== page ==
Counsel for respondents have not presented any principle of law in their briefs in support of this order, nor have they cited any authority in which such an order has been sustained. Miller v. Louisville etc., 83 Ala. 274, cited by them, involved only the sufficiency of the complaint as against a general demurrer, and although the court, in reply to the objection that the complaint failed to show that a tender of the money had been made, stated that the averment on this point would have been more complete if the complainant had offered to bring the same into court, yet, by affirming the order overruling the demurrer, and holding that the omission was not fatal to the complaint, it necessarily held that as it was not necessary to make such averment, the plaintiff could not be required to deposit the money in court in advance of the trial. In Sneed v. Town, 9 Ark. 575, the proposition does not appear to have been presented in the case, and was not determined or even discussed in the opinion therein.

3 Am. St. Rep. 722.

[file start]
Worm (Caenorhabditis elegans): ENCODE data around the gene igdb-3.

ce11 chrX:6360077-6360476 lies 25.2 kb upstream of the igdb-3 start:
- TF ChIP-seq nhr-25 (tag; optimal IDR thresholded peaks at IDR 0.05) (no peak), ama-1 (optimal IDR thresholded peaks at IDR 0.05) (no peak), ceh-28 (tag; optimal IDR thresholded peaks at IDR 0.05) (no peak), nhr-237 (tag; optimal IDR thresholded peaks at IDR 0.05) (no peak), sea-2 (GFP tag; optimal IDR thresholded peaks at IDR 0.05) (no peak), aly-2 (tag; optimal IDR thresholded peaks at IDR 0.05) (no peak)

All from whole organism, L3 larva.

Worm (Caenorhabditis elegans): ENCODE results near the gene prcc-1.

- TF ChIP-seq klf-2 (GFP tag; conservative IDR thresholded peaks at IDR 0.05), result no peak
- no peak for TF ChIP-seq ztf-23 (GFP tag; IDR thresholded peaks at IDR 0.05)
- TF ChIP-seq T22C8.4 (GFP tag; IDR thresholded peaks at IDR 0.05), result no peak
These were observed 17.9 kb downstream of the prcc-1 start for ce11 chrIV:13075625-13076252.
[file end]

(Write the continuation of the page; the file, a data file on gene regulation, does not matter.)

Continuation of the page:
2. Although the order overruling the plaintiffs' demurrer to the supplemental answer was a judicial declaration that the facts alleged in that answer stated a defense to the plaintiffs' cause of action, yet the court was not, for that reason, authorized to grant a nonsuit or render judgment dismissing the complaint without any proof of the facts alleged in the answer, or an admission by the plaintiffs that all of these facts were true. In the absence of such admission, all of the allegations were controverted by virtue of section 462 of the Code of Civil Procedure, and it devolved upon the defendants to establish them by evidence, and unless so established the court was not authorized to grant a nonsuit. The order overruling the demurrer disposed of the issue of law presented by the pleading, but the order granting a nonsuit could be made only upon a consideration by the court of the evidence introduced by the plaintiffs, or their statement of what they intended to prove, and a decision by it that it was insufficient to establish the cause of action set forth in their complaint. Such decision, if erroneous, would be an error of law occurring at the trial, and reviewable upon an appeal from the order denying a new trial. The motion by the defendants for a nonsuit upon the opening statement and admissions of the plaintiffs conceded the truth of all the averments in the complaint and the amendments thereto. This was an admission that the defendants had, by means of fraud and undue influence, obtained the mining property from Woodburn at a sum greatly less than its value; that upon discovering the fraud Woodburn had immediately notified them of his rescission of the transaction and demanded a reconveyance of the property, and had tendered to them the certificate of deposit which he had received from them, and that upon their refusal he had commenced the present action; that, at all times since said tender the said Woodburn, during his lifetime, and the plaintiffs as his executors since his death, had been able, ready, and willing to restore to them, or pay into court subject to their order, the money which had been received from the defendants, upon receiving from them a good and sufficient reconveyance of said mining property. Upon these facts being shown by the plaintiffs, or admitted by the defendants, the court was not authorized to grant a nonsuit.